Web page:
Directors considered that a flexible exchange rate system continues to be appropriate for Kenya. They therefore encouraged the authorities to take steps to improve the functioning of the system. They noted that, while the exchange rate did not appear to have been a major impediment to export performance, there was a need to closely monitor exchange rate developments as a continuation of the recent appreciation could have adverse implications for export and output growth. In this context, Directors stressed the importance of actions to raise productivity and reduce production costs to safeguard competitiveness over the medium term. They pointed out that measures to improve the governance regime, upgrade infrastructure, and enhance the flexibility of the labor market were essential.



Kenya: Selected Economic Indicators, 1997-2002


 

1997

1998

1999

2000

2001

2002

 
           

Estimate 1/


(Annual percentage change, unless otherwise indicated)

 

National accounts and prices

             

GDP volume

2.4

1.8

1.4

-0.2

1.2

1.2

 

GDP volume per capita

0.1

-0.4

-0.7

-2.4

-0.8

-0.6

 

Consumer prices (annual average)

11.9

6.7

5.8

10.0

5.8

2.0

 

Terms of trade, goods (- deterioration)

2.0

-5.0

-1.3

-0.7

-2.6

-5.0

 

Exchange rate (Kenya Shillings per U.S. dollar, period average)

58.0

61.8

70.4

76.3

78.6

78.6

 

Real effective exchange rate (- depreciation; end of period)

-1.9

-6.6

0.1

12.0

2.9

4.3

 
               

(In percent of GDP, unless otherwise indicated)

 

Investment and saving

             

Investment

18.5

17.4

16.2

15.4

14.5

13.5

 

Central government

4.4

4.0

2.9

3.0

3.1

3.0

 

Other

14.1

13.4

13.3

12.4

11.3

10.5

 

Gross national saving

14.3

12.5

14.0

12.7

11.0

9.3

 

Central government

2.1

3.6

3.5

1.9

0.3

-1.1

 

Other

12.2

8.9

10.5

10.7

10.7

10.4

 
               

Macroeconomic policy variables

             

Total central government revenue 2/

27.2

26.8

23.1

22.6

21.6

22.2

 

Total central government expenditure and net lending 2/

29.5

27.6

23.0

27.4

25.0

27.7

 

Overall central government balance (commitment basis)

             

excluding grants 2/

-2.3

-0.7

0.2

-4.8

-3.4

-5.5

 

Overall central government balance (commitment basis)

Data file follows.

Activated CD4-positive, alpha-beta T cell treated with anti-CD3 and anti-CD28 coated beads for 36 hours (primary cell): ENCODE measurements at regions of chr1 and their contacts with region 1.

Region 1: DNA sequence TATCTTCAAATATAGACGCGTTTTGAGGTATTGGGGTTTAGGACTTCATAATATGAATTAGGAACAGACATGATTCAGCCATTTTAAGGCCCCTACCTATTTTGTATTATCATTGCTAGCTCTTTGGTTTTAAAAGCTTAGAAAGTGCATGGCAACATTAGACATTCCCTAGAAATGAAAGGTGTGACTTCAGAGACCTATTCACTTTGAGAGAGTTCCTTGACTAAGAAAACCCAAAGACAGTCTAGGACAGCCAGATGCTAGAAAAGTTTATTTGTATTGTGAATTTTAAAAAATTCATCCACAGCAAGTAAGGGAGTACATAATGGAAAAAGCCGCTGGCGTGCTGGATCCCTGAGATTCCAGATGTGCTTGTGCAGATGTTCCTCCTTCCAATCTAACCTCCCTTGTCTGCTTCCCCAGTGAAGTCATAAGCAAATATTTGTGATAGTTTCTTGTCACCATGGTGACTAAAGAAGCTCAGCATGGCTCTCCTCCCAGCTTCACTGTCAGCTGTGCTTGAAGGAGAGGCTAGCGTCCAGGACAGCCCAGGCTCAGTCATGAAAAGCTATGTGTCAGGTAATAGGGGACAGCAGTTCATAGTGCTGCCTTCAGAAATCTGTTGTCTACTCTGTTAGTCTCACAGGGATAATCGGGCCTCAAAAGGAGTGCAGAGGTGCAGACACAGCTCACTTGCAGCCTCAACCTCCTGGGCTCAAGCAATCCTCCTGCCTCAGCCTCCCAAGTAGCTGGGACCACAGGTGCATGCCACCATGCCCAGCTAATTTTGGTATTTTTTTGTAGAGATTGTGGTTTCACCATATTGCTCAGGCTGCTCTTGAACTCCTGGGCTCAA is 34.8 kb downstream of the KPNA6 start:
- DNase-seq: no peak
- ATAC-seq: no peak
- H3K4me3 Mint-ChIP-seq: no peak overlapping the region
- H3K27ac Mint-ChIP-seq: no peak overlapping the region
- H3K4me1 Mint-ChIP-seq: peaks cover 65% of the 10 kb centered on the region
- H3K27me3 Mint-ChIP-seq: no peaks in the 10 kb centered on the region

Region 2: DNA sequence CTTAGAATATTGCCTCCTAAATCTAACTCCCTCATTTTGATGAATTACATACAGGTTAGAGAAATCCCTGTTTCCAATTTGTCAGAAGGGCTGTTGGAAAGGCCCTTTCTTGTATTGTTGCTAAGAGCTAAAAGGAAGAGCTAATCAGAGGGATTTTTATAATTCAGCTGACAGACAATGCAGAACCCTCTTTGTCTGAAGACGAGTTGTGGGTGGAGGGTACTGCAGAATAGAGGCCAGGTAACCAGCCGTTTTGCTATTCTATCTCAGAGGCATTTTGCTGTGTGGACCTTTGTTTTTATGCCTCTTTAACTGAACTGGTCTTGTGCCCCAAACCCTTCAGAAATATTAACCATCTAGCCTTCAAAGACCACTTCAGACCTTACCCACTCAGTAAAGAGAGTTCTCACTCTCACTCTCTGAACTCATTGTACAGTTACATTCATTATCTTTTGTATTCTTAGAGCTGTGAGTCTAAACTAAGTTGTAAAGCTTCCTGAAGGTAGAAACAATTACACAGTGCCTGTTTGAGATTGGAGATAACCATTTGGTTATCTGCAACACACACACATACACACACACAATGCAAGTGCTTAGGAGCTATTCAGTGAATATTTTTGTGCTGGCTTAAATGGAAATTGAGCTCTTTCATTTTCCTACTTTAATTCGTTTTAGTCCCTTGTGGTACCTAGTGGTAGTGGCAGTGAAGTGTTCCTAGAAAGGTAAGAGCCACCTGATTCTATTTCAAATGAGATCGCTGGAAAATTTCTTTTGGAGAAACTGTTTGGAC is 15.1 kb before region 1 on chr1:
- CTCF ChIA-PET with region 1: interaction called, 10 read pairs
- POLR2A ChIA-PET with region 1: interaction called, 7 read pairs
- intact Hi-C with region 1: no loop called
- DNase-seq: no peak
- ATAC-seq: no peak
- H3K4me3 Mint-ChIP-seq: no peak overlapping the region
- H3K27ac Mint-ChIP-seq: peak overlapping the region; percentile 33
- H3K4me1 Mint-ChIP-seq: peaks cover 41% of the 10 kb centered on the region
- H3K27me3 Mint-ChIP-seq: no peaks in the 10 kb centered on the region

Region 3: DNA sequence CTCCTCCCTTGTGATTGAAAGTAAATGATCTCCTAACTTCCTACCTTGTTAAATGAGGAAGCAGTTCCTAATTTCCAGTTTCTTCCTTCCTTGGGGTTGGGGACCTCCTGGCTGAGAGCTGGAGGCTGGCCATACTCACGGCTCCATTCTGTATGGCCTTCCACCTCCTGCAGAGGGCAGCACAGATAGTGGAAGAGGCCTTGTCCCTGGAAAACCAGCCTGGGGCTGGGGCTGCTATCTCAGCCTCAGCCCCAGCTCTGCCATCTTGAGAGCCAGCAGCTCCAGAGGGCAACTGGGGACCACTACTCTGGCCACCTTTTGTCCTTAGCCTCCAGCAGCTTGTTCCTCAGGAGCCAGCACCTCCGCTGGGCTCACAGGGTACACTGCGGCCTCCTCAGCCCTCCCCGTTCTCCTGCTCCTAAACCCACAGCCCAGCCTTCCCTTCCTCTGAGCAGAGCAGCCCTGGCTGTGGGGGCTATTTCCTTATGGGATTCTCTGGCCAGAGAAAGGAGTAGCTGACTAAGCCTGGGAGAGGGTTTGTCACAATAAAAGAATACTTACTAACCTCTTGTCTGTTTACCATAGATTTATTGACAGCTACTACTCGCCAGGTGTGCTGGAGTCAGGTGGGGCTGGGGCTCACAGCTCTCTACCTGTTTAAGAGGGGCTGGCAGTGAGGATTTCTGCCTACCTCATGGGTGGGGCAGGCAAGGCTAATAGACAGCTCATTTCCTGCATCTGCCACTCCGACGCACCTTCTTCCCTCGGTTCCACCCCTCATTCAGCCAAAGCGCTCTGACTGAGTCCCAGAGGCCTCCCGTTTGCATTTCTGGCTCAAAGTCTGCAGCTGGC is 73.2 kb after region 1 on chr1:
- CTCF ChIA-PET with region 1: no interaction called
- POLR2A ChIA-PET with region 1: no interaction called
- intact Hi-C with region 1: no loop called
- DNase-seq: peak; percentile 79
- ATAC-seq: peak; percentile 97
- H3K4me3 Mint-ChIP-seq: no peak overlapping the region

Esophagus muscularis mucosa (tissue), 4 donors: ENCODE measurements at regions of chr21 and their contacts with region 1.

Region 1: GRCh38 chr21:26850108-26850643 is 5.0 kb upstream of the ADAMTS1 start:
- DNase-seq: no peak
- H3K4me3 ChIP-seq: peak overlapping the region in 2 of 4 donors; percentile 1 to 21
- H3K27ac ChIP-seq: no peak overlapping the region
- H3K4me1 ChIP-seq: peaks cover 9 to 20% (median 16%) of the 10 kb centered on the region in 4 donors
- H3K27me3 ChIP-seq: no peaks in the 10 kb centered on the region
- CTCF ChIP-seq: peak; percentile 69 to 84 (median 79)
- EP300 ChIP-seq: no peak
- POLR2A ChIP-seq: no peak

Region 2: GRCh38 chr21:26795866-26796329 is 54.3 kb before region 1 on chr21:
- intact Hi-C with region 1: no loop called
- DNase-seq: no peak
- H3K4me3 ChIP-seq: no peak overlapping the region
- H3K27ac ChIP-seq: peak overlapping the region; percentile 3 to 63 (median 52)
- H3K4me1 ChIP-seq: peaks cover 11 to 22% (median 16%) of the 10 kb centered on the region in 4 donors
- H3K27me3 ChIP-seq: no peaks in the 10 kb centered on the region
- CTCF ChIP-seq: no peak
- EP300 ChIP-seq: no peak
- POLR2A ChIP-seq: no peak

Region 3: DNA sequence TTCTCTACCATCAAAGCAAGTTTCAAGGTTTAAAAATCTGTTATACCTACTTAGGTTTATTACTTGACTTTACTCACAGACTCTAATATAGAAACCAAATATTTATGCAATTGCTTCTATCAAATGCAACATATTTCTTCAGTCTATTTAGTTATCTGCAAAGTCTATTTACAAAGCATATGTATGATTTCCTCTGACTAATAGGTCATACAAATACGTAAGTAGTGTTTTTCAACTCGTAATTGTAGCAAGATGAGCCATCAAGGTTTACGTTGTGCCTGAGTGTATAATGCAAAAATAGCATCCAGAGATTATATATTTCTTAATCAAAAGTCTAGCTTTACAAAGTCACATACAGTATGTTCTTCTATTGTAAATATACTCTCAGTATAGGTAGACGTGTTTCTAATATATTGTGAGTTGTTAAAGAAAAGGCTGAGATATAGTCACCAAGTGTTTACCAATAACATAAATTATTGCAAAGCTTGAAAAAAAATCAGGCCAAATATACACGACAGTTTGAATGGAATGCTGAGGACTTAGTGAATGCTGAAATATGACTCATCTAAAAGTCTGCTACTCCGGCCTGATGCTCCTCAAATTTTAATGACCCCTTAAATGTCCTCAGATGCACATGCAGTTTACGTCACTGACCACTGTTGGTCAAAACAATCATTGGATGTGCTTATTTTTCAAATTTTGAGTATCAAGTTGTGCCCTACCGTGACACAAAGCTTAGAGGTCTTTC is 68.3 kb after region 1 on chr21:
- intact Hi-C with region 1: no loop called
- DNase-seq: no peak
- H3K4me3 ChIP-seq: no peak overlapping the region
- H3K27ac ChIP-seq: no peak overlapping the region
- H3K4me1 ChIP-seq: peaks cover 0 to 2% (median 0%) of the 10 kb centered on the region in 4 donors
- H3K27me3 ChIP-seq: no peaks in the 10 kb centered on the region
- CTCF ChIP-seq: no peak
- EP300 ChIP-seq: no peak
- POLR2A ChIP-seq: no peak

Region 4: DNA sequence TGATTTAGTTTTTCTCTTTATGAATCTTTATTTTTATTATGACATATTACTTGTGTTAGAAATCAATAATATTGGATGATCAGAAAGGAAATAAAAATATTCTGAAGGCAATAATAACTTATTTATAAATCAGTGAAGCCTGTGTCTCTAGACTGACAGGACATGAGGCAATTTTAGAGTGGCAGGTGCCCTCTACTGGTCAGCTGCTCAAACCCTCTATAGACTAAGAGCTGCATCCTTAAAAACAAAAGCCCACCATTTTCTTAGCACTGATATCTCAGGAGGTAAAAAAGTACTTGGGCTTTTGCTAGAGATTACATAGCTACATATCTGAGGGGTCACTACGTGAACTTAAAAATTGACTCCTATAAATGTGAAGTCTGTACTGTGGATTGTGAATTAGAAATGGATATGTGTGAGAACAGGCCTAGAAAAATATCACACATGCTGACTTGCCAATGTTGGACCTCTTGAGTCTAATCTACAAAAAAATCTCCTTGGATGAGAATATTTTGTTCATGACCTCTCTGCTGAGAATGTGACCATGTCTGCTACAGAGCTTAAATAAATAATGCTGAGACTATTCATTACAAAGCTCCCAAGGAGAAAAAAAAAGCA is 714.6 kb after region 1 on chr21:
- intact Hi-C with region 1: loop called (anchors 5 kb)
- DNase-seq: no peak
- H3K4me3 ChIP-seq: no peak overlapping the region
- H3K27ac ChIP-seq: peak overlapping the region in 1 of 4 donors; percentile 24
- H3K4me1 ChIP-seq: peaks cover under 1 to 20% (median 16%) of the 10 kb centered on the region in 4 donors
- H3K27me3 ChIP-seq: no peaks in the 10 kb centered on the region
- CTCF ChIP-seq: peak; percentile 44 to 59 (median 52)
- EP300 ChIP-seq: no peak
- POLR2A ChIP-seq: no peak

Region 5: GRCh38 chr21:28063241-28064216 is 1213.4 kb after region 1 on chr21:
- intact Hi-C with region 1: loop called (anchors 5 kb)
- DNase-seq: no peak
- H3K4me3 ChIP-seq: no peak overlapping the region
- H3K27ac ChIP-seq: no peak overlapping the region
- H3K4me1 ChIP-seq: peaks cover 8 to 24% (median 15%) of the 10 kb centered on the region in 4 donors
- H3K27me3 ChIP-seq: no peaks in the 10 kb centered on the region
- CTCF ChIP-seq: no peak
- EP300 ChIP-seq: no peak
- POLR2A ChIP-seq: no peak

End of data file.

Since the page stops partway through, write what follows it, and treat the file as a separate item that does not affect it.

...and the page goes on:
including grants 2/

-1.5

0.0

0.7

-2.0

-2.2

-4.6

 

Government domestic debt, net (end of period) 2/

20.7

20.5

21.2

19.4

22.3

26.2

 

Money and quasi money (M3. End year, percent change)

9.8

3.3

2.7

0.8

2.5

8.8

 

Interest rate (90-day treasury bill; end of period)

26.3

11.1

20.5

13.5

10.8

8.4

 

(In million of U.S. dollars, unless otherwise indicated)

 

External sector

             

Current external balance, excluding official transfers

-549

-233

-375

-486

-497

-857

 

(in percent of GDP)

-4.4

-4.9

-2.2

-3.6

-4.3

-4.2

 

Overall balance of payments

-37

66

-20

-8

21

38

 

Net present value of external public debt

             

(in percent of exports of goods and services) 3/ 4/

156

145

140

143

126

115

 

Scheduled external debt service, including the Fund 4/

             

(in percent of export of goods and services)

22.4

23.6

27.3

19.1

15.6

11.3

 

Gross international reserves (end of year)

788

783

791

897

1,064

1,067

 

(in months of next year imports)

2.5

2.8

2.5

2.7

3.1

2.7

 

Sources: Kenyan authorities; and staff estimates.

               

1/ Actual data for prices, exchange rates, money and interest rates.

2/ Data are on July-June fiscal-year basis.

3/ Three year backward looking average of exports.

4/ After 2000 Paris Club rescheduling and assumed rescheduling by commercial and non-Paris Club creditors.

1/ Actual data for prices and exchange rates.


1 Under Article IV of the IMF's Articles of Agreement, the IMF holds bilateral discussions with members, usually every year. A staff team visits the country, collects economic and financial information, and discusses with officials the country's economic developments and policies. On return to headquarters, the staff prepares a report, which forms the basis for discussion by the Executive Board. At the conclusion of the discussion, the Managing Director, as Chairman of the Board, summarizes the views of Executive Directors, and this summary is transmitted to the country's authorities.

(*)Correction to the Executive Board Assessment.